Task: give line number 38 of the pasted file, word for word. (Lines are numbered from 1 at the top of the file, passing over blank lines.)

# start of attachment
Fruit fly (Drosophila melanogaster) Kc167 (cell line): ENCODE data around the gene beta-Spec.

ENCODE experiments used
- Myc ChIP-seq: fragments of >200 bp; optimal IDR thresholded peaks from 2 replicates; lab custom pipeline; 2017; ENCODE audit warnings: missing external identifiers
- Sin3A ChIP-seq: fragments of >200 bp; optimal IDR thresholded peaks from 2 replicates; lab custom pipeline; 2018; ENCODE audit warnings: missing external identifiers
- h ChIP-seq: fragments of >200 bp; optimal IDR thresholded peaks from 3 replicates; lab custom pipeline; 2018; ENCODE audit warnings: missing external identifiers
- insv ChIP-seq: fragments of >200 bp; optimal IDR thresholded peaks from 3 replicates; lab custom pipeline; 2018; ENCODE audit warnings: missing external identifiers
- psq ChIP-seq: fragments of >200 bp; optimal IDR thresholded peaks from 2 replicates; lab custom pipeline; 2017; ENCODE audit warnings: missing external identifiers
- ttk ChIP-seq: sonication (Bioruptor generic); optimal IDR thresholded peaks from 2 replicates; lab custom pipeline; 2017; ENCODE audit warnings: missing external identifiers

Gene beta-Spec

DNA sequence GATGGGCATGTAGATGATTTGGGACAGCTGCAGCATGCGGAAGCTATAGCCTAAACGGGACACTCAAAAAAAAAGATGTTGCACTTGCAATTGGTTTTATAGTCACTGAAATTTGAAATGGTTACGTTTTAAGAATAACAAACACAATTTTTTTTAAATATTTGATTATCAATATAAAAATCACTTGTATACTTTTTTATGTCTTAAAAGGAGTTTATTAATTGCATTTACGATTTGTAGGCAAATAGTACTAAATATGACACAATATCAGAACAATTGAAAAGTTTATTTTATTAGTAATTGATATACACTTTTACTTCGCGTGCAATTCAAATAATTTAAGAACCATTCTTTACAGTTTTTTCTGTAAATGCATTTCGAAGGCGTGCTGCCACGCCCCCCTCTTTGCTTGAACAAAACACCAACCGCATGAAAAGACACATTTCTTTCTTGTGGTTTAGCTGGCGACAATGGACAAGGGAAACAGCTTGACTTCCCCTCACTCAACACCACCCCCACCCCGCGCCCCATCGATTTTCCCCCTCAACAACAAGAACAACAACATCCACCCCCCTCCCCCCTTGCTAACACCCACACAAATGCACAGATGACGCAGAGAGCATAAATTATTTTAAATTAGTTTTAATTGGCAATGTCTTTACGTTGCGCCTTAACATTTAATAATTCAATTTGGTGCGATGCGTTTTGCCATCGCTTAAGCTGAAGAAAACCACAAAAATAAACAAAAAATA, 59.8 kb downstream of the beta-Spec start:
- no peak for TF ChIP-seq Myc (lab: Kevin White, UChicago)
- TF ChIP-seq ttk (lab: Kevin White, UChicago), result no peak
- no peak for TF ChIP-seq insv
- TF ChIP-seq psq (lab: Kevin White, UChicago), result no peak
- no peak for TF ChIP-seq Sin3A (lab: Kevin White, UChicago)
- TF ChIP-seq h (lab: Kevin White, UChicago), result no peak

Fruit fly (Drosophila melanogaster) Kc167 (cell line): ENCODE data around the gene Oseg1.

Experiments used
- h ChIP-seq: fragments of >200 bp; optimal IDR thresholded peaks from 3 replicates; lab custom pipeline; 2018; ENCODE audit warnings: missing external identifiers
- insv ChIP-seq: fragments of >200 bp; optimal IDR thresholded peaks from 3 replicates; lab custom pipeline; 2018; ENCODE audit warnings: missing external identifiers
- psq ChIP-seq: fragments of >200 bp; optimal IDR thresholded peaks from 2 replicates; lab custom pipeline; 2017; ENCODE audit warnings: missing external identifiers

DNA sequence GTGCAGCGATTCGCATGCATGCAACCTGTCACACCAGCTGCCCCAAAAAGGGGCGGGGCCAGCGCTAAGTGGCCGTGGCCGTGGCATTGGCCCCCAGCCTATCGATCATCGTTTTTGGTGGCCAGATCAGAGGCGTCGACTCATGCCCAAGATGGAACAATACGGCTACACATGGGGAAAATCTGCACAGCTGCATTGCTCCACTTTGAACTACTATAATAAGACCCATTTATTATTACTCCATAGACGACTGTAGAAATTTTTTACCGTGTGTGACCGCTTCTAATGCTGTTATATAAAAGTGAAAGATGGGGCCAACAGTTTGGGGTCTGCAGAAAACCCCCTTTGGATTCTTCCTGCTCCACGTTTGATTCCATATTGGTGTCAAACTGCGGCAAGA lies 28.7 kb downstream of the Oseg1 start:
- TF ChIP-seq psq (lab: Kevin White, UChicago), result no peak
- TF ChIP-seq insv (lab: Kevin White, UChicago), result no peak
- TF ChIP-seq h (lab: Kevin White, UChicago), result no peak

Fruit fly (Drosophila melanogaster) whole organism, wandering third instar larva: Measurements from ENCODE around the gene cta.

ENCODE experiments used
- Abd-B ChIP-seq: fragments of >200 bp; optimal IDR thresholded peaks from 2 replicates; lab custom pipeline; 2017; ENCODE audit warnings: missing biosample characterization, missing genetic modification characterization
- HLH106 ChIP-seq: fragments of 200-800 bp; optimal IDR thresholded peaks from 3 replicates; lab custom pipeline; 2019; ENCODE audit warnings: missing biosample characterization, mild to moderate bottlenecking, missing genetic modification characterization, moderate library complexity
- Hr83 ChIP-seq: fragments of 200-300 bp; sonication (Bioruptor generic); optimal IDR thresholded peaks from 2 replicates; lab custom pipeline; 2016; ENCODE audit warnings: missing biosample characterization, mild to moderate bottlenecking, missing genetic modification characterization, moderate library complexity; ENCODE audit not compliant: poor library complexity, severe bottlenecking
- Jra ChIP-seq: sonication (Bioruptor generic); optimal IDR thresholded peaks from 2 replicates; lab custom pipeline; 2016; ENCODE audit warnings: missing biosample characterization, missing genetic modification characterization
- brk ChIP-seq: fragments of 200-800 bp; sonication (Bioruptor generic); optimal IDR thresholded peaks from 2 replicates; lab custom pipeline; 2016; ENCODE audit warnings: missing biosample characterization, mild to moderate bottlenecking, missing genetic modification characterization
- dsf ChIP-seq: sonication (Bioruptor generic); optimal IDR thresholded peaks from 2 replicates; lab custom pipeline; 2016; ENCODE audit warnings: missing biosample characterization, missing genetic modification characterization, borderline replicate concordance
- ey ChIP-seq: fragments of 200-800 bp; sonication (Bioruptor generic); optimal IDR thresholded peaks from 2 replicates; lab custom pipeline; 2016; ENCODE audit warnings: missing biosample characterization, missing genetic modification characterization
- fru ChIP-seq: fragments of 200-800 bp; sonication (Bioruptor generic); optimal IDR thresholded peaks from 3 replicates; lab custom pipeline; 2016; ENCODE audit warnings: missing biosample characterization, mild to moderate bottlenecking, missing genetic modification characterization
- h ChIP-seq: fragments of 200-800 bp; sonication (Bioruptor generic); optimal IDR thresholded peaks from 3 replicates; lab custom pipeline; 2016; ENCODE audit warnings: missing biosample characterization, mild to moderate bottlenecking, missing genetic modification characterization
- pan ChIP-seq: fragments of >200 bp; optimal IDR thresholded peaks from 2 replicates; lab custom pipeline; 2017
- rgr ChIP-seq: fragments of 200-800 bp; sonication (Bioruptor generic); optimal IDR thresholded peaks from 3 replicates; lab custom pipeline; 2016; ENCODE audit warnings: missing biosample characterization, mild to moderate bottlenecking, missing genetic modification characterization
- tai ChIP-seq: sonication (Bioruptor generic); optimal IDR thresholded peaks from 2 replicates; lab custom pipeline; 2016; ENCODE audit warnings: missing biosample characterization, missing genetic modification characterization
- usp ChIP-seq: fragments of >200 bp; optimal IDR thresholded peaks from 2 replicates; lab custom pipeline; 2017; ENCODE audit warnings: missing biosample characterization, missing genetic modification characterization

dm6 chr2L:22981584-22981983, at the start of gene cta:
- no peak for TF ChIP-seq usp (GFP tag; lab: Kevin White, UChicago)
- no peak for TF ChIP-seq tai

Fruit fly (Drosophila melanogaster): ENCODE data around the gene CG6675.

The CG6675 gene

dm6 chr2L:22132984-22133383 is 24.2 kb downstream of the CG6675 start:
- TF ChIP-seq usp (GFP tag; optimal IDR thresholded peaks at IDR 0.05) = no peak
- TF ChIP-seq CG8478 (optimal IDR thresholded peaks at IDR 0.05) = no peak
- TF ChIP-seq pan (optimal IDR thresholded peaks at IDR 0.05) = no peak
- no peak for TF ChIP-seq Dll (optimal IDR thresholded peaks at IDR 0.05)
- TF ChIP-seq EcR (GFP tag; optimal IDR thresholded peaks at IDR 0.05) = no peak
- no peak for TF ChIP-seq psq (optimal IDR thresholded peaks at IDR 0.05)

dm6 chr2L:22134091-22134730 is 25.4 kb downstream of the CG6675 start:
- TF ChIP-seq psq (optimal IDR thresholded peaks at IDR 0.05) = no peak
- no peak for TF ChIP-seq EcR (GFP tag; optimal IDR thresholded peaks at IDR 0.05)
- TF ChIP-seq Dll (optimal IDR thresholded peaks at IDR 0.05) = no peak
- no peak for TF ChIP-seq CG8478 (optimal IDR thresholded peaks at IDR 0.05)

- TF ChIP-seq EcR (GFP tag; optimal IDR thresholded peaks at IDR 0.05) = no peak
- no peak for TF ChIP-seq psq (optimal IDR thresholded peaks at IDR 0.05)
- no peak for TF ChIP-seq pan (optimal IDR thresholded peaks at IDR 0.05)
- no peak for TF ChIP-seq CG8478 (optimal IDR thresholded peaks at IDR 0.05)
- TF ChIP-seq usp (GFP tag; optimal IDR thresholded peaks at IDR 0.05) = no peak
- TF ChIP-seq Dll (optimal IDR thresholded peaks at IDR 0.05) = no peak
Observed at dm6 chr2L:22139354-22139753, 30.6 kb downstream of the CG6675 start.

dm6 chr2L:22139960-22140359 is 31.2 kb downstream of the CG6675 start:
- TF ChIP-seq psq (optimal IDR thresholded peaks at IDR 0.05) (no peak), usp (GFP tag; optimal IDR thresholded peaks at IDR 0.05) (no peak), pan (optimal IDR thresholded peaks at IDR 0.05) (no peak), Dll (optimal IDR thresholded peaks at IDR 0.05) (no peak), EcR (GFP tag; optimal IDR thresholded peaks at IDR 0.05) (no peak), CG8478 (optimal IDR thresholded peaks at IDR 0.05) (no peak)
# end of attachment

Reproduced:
- rgr ChIP-seq: fragments of 200-800 bp; sonication (Bioruptor generic); optimal IDR thresholded peaks from 3 replicates; lab custom pipeline; 2016; ENCODE audit warnings: missing biosample characterization, mild to moderate bottlenecking, missing genetic modification characterization